Becvar Weddle, A. and Hollan, J. D. (2010) Scaffolding Embodied Practices in Professional Education. Mind, Culture, and Activity: An International Journal, 17, 119-148.


From vocational education to neurosurgery residencies, apprenticeship training is characteristic of how people are acculturated to a profession. One of the primary goals of professional education is to develop skillful performance. Expert skill includes an integrated set of perceptual and motor abilities. During practical teaching, instructors deploy a set of discursive practices that nurture skilled performance in trainees. These practices scaffold particular patterns of movement, patterns that students can assimilate and subsequently use to guide or govern tool-based actions. We conducted in-depth ethnographic research in a dental hygiene program to gain a deeper understanding of the hands-on training environment: the activities in which participants engage, the circumstances they typically encounter, and the tools and technologies they rely upon in accomplishing their work. The primary data are video recordings of naturally occurring instructional interactions, chosen to be representative of broad classes of interactions observed. This article documents three practices used to entrain students with professional perception and scaffold expert action: guidance, demonstration and modeling, and embodied conceptual metaphor.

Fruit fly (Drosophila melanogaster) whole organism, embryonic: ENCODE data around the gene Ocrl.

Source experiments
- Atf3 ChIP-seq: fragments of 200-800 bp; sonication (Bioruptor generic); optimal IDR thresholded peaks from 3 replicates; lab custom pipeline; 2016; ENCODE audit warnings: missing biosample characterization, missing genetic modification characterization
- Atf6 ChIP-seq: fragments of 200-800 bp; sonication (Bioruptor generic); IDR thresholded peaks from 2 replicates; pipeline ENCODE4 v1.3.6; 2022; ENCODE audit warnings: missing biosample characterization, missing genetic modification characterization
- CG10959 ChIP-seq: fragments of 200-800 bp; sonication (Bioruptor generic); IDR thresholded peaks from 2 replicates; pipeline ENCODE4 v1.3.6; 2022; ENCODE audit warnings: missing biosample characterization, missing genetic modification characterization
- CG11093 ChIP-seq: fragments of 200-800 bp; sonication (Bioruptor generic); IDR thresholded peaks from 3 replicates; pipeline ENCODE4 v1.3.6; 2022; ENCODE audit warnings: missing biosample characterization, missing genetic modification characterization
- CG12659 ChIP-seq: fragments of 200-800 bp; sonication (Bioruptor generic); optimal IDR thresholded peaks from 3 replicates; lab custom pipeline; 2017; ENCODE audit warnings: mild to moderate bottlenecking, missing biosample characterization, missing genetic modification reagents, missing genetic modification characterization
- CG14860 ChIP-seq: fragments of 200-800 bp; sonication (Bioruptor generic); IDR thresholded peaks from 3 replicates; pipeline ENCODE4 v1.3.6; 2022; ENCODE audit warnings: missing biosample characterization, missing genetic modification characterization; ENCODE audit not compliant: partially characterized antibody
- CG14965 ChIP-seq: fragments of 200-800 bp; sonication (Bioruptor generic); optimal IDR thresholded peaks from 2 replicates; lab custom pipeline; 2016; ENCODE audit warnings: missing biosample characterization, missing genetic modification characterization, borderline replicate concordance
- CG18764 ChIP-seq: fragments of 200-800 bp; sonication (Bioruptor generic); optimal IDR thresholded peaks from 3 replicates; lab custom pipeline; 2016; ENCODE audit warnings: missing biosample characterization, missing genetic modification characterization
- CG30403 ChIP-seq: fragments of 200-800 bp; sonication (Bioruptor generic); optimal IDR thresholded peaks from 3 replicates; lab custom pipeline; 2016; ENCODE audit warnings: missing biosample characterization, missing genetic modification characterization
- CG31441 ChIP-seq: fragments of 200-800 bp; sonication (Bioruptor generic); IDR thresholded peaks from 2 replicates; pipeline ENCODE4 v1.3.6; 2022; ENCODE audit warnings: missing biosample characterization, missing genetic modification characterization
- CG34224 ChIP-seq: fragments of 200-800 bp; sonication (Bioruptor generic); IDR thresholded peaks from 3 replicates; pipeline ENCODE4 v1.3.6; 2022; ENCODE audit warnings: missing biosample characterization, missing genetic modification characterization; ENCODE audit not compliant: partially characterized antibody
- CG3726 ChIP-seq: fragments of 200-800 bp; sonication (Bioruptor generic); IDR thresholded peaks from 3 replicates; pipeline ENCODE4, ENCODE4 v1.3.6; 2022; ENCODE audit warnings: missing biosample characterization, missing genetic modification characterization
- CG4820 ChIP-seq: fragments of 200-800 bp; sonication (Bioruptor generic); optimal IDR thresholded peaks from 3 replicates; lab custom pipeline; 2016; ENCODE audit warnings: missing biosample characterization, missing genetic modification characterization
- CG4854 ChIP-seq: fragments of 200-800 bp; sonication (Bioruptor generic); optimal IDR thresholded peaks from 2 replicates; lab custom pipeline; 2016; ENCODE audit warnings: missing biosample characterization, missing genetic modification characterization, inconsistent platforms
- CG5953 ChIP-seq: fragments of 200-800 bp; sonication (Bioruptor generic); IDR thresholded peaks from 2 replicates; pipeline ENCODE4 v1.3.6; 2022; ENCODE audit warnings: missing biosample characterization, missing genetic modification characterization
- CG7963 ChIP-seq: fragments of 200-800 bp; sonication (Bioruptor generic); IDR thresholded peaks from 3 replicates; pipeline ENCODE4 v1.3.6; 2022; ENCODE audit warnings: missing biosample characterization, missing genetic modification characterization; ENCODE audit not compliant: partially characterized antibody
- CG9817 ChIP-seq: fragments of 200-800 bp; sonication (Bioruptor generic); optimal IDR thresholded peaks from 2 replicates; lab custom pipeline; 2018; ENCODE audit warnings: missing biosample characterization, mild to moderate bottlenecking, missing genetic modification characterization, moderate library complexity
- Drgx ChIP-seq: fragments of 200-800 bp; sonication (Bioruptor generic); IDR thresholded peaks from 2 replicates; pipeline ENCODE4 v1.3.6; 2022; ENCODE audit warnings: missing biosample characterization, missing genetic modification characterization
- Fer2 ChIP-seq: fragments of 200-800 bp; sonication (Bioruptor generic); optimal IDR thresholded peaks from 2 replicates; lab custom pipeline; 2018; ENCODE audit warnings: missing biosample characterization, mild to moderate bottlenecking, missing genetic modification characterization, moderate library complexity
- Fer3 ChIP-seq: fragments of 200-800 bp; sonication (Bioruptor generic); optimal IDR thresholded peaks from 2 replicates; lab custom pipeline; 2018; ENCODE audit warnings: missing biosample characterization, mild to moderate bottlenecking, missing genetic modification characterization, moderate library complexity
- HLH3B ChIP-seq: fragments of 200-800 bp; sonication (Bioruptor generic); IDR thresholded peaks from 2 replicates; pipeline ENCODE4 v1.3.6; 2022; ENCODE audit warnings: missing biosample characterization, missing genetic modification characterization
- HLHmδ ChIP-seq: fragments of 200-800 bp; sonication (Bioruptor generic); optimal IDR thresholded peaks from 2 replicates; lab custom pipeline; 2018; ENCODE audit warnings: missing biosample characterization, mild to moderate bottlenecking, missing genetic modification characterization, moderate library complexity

Jim Hollan


Distributed Cognition and Human-Computer Interaction Lab